Cordilleran Section - 108th Annual Meeting (29–31 March 2012)
Paper No. 15-5
Presentation Time: 15:50-16:10

TERTIARY-CARIBBEAN MOLLUSKS AND THE ANCIENT GULF OF CALIFORNIA

SMITH, Judith Terry, Department of Paleobiology, U.S. National Museum of Natural History, 2330 14th St. N, #401, Arlington, VA 22201-5867, redcloud1@earthlink.net

The earliest Gulf fossils are Middle Miocene [15.97 – 11.61 Ma, Gradstein et al., 2004] in age, mainly from subsurface sediments deposited at the end of subduction and arc volcanism (Helenes et al., 2009). The Late Miocene gulf [11.61 – 5.33 Ma] was more extensive, with more diverse Tertiary-Caribbean species living on continental platforms in shallow marine environments. When analyzed with associated dated volcanic units and both contemporary and reworked microfossils, megafossils provide finer resolution for the timing of tectonic events. Key assemblages include late Middle Miocene or early Late Miocene index fossils near Cabazon, CA, SW Isla Tiburón and the Boleo basin. Guide fossils date parts of the Imperial Formation in the Salton Trough, the Matomí Member of the Puertecitos Formation, and the lower Trinidad Formation, San José del Cabo trough as Late Miocene. These species are also found in the Tertiary-Caribbean province, in Trinidad (Springvale Formation), Venezuela (Caujaro Formation), Panamá (lower Gatún Formation), Perú (Zorritos Formation), and unnamed units in central Costa Rica and western Colombia. Refined correlation depends on taxonomy that uses the oldest valid name for a taxon rather than multiple synonyms described from different basins. Better integration of improved fossil and field data can inform tectonic models based mainly on structural and volcanic data. Fossils occurring in interfingering facies once described as sequential Miocene and Pliocene formations in the Cabo basin may be contemporary ecologic variants. Although the Trinidad Formation shares some biofacies with the Salada Formation and San Ignacio Formation of western Baja California, some species formed living populations in the Late Miocene or Early Pliocene Imperial Formation of California. Wilson and Rocha (1955) mapped the basal Boleo coquina overlying what Sawlan and Smith (1984, SEPM Book 39) called a dacite dome (K-Ar age 12.3±0.4 Ma). Holt et al. (2000) dated the entire formation from a lithic tuff 140 m up section (40Ar/39Ar age 6.76±0.9 Ma); Conley et al. (2005) regarded the basal Boleo Formation as <8 – 7.1 Ma. Miocene Caribbean index species (Leopecten gatunensis, Murexiella textilis, Turritella altilira) suggest the coquina is closer to 11 Ma in age.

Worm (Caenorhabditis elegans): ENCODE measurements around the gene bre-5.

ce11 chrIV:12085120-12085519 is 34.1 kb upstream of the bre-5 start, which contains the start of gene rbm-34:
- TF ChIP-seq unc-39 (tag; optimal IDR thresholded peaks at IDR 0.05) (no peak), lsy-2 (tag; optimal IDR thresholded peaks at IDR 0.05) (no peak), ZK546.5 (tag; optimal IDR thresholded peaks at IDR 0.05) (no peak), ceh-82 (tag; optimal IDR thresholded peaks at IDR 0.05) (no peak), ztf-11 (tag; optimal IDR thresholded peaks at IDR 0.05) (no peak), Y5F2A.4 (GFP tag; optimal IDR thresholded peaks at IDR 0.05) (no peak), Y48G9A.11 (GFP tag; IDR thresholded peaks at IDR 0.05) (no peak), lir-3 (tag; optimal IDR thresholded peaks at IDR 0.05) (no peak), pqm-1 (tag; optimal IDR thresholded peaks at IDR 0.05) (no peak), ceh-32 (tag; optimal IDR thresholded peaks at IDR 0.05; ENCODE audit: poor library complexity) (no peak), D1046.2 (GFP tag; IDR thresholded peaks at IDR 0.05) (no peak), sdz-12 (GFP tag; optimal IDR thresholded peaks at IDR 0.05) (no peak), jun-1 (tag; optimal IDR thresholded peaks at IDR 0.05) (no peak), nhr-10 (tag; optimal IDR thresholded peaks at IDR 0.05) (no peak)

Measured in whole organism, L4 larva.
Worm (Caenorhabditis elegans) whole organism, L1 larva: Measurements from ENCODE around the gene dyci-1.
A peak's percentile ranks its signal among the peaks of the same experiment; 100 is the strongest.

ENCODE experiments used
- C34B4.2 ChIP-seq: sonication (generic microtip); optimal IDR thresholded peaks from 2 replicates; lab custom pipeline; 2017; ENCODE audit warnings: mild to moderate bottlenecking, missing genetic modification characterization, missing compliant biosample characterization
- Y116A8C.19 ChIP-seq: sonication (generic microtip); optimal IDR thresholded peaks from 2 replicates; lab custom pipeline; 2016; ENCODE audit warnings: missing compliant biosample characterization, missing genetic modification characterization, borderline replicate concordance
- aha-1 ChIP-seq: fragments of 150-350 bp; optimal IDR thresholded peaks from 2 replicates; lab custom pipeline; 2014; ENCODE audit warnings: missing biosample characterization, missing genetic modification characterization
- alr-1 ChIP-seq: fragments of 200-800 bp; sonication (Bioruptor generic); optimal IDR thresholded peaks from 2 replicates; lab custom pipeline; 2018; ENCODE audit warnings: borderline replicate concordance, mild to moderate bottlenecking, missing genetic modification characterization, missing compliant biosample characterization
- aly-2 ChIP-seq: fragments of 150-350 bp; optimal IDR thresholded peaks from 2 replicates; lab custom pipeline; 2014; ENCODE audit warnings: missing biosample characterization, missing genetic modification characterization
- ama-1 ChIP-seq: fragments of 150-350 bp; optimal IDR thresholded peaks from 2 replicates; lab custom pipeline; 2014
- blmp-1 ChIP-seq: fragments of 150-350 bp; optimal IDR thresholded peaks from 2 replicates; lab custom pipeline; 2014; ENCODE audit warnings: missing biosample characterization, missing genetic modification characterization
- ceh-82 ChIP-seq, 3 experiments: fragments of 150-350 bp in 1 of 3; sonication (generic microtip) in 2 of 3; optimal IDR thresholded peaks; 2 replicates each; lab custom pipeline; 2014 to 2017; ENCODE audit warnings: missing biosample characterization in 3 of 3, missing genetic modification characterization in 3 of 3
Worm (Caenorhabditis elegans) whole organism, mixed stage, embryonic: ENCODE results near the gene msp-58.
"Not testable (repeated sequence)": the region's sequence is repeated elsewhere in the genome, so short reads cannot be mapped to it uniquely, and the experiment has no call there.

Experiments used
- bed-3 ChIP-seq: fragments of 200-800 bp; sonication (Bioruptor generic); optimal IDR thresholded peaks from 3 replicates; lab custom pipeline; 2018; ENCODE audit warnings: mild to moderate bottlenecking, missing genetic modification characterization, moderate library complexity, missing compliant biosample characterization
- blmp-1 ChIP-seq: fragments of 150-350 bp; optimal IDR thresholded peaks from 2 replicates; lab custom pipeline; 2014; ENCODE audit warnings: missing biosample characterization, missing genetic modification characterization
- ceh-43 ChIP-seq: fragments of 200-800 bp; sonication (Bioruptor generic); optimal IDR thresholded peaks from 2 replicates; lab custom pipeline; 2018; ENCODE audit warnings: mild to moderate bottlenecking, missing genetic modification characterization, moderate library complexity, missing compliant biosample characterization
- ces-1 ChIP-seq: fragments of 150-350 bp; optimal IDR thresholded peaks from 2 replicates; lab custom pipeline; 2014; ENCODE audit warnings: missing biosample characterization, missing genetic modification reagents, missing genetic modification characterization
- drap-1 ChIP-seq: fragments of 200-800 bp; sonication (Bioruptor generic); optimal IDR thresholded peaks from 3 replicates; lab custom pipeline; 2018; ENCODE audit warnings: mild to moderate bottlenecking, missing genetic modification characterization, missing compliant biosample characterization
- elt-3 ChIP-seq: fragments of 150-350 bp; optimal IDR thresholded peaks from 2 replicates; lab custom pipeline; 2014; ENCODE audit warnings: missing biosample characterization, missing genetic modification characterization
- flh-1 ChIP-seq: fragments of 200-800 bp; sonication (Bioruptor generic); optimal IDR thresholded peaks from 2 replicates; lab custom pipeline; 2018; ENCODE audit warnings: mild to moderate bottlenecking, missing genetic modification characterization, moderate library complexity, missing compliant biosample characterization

Cordilleran Section - 108th Annual Meeting (29–31 March 2012)
General Information for this Meeting

Handouts:

Session No. 15
What Fossil Ages and Distributions Tell Us about the History of the Ancient Gulf of California
Hotel Misión Juriquilla: Siglo XVIII
14:30-16:50, Thursday, 29 March 2012

Geological Society of America Abstracts with Programs, Vol. 44, No. 3, p. 19

© Copyright 2012 The Geological Society of America (GSA), all rights reserved. Permission is hereby granted to the author(s) of this abstract to reproduce and distribute it freely, for noncommercial purposes. Permission is hereby granted to any individual scientist to download a single copy of this electronic file and reproduce up to 20 paper copies for noncommercial purposes advancing science and education, including classroom use, providing all reproductions include the complete content shown here, including the author information. All other forms of reproduction and/or transmittal are prohibited without written permission from GSA Copyright Permissions.